As part of the job, I also fielded phone calls. Because the office was not equipped with a hi-tech intercom system, Vince capitalized on the 70s trucker fad and bought a CB radio. He rigged the base station next to my desk and planted speakers in the adjoining editorial department. When screening the eclectic mix of calls, I would then page the editors over the CB. It was like a surreal episode of “The Dukes of Hazzard.”

Good buddies in Editorial Pick Up On Line 1. Urgent. Subscriber has grown the largest summer squash in Glenview history. Please dispatch photographer ASAP. 10-10.

About a year after I was hired, Vince developed an oddly intense interest in geology and became an obsessive rockhound. After buying an SUV, he spent most of his weekends at local quarries collecting rocks. When he stripped the inside of the vehicle to accommodate his expeditions, he moved the back seat to his office to function as a couch.

It always was comical to see visiting execs from corporate. Vince would be seated at his desk. His superiors would face him about six inches lower in the displaced back seat of a ’77 Chevy Blazer – surrounded by freshly excavated rocks.

In spite of his crusty disposition, Vince and I got along well. He was baffled by my underachieving aspirations, but realized I showed up, did my work and had the temperament to deal with the personalities in the office and the crazies on the phone. While his hands were tied with my paltry salary, he would creatively compensate. Every few months he’d loiter by my desk on a late Thursday afternoon, lean in and mumble, “You don’t look so good. I think maybe you need to call in sick tomorrow.”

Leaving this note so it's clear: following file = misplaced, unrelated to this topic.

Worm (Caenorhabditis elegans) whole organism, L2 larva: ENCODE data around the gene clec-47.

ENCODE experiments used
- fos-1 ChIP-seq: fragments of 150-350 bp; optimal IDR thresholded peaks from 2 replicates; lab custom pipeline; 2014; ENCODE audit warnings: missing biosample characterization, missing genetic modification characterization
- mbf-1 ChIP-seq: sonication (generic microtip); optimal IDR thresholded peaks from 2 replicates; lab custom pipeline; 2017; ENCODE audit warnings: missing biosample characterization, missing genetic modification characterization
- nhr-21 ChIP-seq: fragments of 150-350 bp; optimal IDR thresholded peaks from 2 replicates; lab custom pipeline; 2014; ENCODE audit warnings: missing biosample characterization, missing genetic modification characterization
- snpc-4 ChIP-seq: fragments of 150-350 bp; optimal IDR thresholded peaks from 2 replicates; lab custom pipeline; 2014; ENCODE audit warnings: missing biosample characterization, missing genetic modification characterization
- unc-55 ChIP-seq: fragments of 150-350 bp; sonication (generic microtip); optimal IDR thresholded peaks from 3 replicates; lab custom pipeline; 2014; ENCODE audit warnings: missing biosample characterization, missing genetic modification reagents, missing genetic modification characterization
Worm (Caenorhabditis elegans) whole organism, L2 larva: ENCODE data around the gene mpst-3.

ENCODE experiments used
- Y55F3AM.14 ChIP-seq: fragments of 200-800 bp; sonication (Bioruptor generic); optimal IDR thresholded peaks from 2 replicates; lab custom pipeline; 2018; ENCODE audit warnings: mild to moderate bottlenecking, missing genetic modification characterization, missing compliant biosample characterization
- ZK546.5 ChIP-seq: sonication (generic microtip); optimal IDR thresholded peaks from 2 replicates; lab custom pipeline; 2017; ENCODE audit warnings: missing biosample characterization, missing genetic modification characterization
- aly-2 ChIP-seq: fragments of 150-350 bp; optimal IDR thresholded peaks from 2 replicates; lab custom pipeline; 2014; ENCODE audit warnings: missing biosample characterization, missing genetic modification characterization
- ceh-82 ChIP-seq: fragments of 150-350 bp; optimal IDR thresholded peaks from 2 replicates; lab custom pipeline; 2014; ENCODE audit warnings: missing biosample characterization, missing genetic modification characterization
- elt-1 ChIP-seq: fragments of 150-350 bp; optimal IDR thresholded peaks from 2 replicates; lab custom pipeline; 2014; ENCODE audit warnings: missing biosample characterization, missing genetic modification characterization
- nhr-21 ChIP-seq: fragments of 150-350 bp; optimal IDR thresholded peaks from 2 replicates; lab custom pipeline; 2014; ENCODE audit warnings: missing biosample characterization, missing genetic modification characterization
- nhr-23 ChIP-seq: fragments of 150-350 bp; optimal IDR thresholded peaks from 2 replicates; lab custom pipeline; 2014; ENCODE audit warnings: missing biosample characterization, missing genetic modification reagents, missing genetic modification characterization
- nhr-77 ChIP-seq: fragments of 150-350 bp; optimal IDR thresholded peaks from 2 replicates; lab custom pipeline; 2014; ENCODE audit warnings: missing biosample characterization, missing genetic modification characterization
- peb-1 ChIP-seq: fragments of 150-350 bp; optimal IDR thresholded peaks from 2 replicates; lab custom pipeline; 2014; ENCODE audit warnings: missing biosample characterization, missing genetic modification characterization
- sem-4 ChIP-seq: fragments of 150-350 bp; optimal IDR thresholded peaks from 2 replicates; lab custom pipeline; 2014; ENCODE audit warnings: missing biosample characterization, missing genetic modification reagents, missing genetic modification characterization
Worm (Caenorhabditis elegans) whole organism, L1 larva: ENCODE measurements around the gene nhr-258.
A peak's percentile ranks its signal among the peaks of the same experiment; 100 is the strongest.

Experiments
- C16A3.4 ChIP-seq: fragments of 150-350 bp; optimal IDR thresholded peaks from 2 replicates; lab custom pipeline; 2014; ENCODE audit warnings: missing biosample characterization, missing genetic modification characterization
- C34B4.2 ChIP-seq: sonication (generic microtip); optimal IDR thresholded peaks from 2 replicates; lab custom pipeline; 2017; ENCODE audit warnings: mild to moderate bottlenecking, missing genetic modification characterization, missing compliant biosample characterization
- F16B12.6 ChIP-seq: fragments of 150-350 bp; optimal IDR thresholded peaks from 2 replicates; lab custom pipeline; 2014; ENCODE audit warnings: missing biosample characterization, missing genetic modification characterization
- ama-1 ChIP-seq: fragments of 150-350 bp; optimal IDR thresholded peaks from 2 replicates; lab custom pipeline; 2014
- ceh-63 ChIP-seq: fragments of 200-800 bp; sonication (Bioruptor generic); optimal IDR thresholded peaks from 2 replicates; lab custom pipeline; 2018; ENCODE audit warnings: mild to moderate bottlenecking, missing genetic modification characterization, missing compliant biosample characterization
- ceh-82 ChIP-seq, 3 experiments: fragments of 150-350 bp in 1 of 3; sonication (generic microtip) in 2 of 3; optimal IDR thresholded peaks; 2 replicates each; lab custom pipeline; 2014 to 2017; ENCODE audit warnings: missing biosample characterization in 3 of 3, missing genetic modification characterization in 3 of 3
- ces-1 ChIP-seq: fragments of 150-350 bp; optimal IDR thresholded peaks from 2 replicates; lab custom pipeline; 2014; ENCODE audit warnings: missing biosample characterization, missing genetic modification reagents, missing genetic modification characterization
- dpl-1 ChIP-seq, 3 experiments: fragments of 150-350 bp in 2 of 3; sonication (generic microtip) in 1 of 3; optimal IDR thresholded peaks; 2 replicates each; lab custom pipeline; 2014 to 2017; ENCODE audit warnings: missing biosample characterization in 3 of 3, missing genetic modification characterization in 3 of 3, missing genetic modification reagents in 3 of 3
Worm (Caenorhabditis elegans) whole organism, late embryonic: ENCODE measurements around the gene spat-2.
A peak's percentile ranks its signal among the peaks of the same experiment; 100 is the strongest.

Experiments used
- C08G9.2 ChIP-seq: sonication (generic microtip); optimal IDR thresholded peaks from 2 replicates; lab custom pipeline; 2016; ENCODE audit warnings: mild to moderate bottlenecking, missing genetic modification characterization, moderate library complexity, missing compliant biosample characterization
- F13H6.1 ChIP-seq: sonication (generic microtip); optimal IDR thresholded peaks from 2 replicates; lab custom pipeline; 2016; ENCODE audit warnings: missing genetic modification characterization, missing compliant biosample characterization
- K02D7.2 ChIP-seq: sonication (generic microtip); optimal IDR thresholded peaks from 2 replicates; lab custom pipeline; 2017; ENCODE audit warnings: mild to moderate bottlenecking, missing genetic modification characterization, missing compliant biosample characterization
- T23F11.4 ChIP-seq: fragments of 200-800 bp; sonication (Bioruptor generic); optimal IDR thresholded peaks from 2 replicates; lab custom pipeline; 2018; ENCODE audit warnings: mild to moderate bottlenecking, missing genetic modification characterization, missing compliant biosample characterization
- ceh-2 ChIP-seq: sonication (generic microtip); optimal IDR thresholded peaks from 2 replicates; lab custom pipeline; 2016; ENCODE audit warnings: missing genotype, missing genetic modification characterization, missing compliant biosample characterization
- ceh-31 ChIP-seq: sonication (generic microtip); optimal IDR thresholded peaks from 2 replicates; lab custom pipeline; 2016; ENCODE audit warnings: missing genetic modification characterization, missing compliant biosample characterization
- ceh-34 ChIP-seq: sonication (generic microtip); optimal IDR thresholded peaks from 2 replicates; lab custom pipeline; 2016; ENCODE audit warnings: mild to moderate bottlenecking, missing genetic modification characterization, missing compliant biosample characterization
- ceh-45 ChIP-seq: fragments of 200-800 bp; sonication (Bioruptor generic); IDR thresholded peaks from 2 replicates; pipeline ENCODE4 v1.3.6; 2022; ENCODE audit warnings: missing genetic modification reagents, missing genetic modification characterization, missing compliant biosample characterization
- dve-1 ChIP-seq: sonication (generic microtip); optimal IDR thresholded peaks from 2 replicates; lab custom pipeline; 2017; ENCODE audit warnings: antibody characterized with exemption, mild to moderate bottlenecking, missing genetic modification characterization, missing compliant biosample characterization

As part of my mundane weekly duties, I was tasked with going through phone books to randomly select 55 suburbanites. As a promotional gimmick to lure readers to the classified ads, we’d plant the names on the Super Auto Mart page. If you were a lucky resident who spotted your name among the used Buicks, you could claim free movie passes to the local mall.

For purposes of self-amusement, I began grouping names around nonsensical variations on a theme. I started out discreetly with fruits, locating five last names in Des Plaines that loosely qualified, including Mellon, Appleby and Figg. The next week I played off Morton Grove residents with cruciferous vegetable names, such as Broccolino and Radich. Then it was riffs on spices, like Salterelli and Pepera.

What had started as an hour task, was now taking half a day as I began to fanatically dog-ear the phone book in search of even more ridiculous names to fulfill my increasingly challenging theme weeks.